J: I know that’s not really appropriate and that might offend a lot of people but I feel like we as a group are in it for the music and not for being popular or anything like that. And you know, I like classical music, I’m classically trained. There’s something about singing that genre that makes you smarter, it makes you more intelligent to focus and do these things. I know it’s hard to put together all the harmonies of popular a capella groups but having to pay attention to every pronunciation and every note and every dynamic is just so rewarding to me. I love that. It’s the perfect group for me because I was so classically trained that a more contemporary a capella group wouldn’t have fit my style of singing. So I really think that fate kind of brought me back, like I didn’t get into the other groups because I’m supposed to be in mads. I really believe that.
A: Do you feel that way about the music for your other groups like Chorale and marching band?
J: Marching band is more about spirit and getting people to appreciate what we do, and Madrigals is more about us appreciating what we do. And then Chorale, I’ve always felt like doesn’t pay enough attention to detail whereas we do. So I think that mads is definitely the most intense group for that focus that your asking about.
A: Cool. So what’s next for you after BC?
J: I’m going to grad school at BC -
J: To be an elementary school teacher, I’m majoring in elementary Ed. Beyond that, I want to teach in the state of Massachusetts, I still want to be around. I’m from Massachusetts, I’m a Massachusetts girl through and through. I’m really excited about the opportunity to teach and give back. And I’m big into using music in schools, I’m going to make up as many songs as I can to help kids remember things.
A: That’s great! Is it possible that you could still be in the group then?
J: I still can be, but I don’t know if I’ll have time. I would love to be able to stay in it.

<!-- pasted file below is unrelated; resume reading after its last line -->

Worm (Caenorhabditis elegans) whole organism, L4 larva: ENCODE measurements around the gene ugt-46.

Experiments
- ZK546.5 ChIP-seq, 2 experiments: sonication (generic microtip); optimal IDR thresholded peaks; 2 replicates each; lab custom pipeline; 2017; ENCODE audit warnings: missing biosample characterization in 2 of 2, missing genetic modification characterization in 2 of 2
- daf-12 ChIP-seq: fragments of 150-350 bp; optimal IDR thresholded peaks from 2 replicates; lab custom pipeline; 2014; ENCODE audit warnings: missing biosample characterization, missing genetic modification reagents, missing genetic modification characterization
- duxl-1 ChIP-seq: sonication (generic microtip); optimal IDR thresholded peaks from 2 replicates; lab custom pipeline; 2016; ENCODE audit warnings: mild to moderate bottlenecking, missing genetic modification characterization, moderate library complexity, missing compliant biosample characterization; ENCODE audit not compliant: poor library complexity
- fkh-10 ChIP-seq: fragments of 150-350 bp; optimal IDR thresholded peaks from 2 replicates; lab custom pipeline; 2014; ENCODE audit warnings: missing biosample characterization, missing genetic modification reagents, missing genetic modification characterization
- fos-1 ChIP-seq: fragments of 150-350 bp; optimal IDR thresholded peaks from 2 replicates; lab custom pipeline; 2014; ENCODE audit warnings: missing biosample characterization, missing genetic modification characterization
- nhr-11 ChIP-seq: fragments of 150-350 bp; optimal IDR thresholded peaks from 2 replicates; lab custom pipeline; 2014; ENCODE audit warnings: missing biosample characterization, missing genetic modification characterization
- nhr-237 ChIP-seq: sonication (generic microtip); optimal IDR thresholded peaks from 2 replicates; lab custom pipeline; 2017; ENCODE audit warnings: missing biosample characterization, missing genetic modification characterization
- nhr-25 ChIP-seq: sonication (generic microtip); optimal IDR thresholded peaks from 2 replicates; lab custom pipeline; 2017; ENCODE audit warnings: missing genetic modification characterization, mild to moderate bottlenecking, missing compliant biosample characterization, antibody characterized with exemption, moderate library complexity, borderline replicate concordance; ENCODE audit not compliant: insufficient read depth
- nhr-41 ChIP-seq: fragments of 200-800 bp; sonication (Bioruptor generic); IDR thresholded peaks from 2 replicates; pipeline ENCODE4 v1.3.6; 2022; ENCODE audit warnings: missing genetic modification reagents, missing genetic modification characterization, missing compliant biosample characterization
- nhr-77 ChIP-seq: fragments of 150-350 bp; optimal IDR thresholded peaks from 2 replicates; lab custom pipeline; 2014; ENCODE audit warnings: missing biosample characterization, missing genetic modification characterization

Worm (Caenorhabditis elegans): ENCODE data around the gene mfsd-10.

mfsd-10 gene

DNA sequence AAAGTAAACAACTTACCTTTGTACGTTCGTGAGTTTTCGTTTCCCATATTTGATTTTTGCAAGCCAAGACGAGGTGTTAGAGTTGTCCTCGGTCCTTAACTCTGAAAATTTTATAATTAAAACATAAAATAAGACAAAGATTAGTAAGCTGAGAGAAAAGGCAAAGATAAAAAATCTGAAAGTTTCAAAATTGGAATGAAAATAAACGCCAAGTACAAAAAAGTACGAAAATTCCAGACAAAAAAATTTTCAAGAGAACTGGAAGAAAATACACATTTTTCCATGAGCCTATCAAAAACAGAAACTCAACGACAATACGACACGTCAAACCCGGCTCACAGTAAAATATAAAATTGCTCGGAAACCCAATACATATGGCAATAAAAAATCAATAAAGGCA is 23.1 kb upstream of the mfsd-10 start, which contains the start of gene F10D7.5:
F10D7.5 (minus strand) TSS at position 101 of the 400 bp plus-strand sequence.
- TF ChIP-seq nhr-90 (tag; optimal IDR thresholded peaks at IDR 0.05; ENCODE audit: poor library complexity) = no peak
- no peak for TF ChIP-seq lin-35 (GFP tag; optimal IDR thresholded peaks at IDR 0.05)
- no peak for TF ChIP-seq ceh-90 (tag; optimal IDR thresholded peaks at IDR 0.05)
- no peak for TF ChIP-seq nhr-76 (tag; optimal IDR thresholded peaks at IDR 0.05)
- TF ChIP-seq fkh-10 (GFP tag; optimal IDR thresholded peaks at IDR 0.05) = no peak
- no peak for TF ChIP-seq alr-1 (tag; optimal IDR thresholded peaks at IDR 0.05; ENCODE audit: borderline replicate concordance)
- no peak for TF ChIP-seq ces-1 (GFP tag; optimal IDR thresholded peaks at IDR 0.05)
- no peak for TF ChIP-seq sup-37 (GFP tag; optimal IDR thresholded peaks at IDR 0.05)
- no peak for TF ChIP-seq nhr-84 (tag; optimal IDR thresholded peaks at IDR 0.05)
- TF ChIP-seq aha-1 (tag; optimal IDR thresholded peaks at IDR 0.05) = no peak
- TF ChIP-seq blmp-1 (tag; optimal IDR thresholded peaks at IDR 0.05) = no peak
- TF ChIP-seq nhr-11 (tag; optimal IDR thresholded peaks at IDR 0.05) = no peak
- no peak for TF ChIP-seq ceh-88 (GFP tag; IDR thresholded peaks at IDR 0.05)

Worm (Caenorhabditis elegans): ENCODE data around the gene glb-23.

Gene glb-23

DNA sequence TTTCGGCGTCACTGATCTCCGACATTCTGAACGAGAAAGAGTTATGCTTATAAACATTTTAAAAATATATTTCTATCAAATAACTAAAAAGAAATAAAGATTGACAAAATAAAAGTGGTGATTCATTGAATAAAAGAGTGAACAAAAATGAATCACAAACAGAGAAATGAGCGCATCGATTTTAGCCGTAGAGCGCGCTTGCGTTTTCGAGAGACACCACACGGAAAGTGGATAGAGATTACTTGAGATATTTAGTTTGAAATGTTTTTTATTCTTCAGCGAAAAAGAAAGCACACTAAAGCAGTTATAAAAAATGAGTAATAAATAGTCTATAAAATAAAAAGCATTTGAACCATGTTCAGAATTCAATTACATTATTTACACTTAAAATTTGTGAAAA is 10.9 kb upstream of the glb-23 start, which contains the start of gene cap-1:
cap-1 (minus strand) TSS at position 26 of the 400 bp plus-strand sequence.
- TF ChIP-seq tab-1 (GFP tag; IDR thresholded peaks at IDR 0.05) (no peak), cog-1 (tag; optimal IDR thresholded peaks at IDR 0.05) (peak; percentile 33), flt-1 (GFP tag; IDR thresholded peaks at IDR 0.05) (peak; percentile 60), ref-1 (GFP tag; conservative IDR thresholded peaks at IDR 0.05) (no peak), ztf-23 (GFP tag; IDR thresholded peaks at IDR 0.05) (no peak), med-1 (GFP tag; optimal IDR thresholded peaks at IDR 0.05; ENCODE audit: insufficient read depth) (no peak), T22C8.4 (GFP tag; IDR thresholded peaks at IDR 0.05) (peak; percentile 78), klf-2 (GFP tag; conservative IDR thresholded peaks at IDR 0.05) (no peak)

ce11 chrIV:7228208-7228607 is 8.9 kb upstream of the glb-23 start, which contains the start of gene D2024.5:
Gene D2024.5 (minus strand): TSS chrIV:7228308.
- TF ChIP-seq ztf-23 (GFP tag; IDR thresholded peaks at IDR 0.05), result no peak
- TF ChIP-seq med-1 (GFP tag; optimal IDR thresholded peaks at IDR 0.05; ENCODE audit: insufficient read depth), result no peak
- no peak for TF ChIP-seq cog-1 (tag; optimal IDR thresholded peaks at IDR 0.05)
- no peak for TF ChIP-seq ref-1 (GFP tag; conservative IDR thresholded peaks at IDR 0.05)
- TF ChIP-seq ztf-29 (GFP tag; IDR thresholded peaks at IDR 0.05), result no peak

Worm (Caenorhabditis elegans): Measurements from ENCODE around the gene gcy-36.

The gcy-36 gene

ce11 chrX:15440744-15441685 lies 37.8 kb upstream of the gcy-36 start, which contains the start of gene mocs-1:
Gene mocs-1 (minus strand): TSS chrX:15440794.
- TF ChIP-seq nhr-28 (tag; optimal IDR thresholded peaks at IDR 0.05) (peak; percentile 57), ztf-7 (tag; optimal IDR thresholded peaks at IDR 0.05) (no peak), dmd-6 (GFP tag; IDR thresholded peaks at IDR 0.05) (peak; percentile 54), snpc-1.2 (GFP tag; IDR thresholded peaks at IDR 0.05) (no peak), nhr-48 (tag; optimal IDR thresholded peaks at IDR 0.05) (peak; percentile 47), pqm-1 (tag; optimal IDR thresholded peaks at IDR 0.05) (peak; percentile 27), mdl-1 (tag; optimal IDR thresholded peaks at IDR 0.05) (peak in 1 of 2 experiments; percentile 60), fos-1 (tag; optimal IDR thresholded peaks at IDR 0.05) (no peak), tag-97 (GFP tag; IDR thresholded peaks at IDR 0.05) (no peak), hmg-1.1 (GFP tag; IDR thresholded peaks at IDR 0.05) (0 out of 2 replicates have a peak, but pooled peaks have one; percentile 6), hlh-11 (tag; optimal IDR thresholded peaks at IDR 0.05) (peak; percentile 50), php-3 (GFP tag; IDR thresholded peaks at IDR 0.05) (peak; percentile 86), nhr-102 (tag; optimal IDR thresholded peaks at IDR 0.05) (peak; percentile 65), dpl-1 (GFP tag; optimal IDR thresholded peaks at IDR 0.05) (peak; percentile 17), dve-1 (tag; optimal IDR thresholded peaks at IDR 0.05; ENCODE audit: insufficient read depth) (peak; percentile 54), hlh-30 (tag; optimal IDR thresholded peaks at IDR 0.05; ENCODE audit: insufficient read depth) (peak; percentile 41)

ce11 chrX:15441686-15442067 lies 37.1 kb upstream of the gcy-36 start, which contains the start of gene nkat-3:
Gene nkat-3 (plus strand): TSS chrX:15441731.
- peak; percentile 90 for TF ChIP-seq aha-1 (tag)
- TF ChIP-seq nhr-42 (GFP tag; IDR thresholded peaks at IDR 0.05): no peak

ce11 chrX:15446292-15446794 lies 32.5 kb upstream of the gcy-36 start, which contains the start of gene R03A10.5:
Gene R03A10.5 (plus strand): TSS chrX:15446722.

A: That’s awesome! Thanks for doing this, Jamie!
Anthony Marte ’14
Here comes number three, folks! In this installment of our Goodbye Seniors series, Peter Olsen (AKA Peeeeeeeetah) sits down with me to talk about his life with the Madrigal Singers of Boston College. Interestingly, Peter is in his third year of Boston College but is graduating early and leaving us this Spring. Enjoy!
Anthony: So Peeeeeeeeeetah, take me back to the beginning and tell me why you joined Mads?
Peter: Well, I joined because I was friends with Jon and Louie through Chorale and I went to the Mads concert my Freshman year and I really enjoyed it. I remember “There Will Be Rest” as a song that really stood out to me. And, I also wanted to sing in a small group and be involved with music in a more intimate setting. So I joined second semester sophomore year and since then its become more about the music.
A: So you went to a concert your freshman year?
A: Then why did you wait until second semester of Sophomore year to join?
P: Oh, I guess the tights were a big deterrent for me (laughs). That’s actually true, but then I put them on and they felt wonderful (laughs).
A: (laughs) So you never did Mads in High School before?
P: No, I sang in High School but I never did the whole Madrigal thing.
A: Were you in a regular choir in High School? How big?
P: Well I went to a really big High School. My senior class had about 1000 students in it. Our choir was about 300 people and we had smaller singing groups as well.
A: So you said you wanted to be in a smaller group. Were you in smaller groups in High School? Did you like that a little better?
P: I was, not as small as Madrigals though. I do like smaller groups better, I like singing in that setting. I think it’s a great chance to really bond with the people that your making music with.
A: Right, cool. Did you know about Mads before coming to Boston College?
P: No, not at all. I found out about it when I got here.
A: Well, Peeeeetah, you’re graduating this year even though your only a junior. So talk to me a little more about the how and why of that.
P: Well, how I’m doing it, it’s something called advanced standing which just comes from having AP credits in High School that can count towards my degree. And my English major is less demanding than something like Bio, so I’ll have that done by the end of this year. I found out about it first semester; the decision from there, a lot of it was my parents saying “Oh, if it’s possible for you to graduate, you’re going to graduate.” And I am ok with it because I can spend my time getting ready to apply to Grad school next year.
A: Cool! What are you going into?
P: Music composition
A: Sweet, where are you thinking of applying?
P: I just visited New England Conservatory the other day, it’s really nice there. They have tons of practice rooms. Here you walk through the practice rooms everybody is playing piano or violin or cello, but there was somebody playing harp, somebody playing an upright bass solo, it was great. Any kind of instrument you can imagine and in all sizes of groups, it was really cool.
A: Great! So what else are you involved with on campus here?
P: I write fiction. I’m taking a fiction workshop with a professor named Bob Chibka. The way that class works, it’s 12 students who are all writing constantly and every class two stories will be read and the whole class will give the writer feedback and discuss it. It has really helped my writing I think.
A: So the students give you good feedback?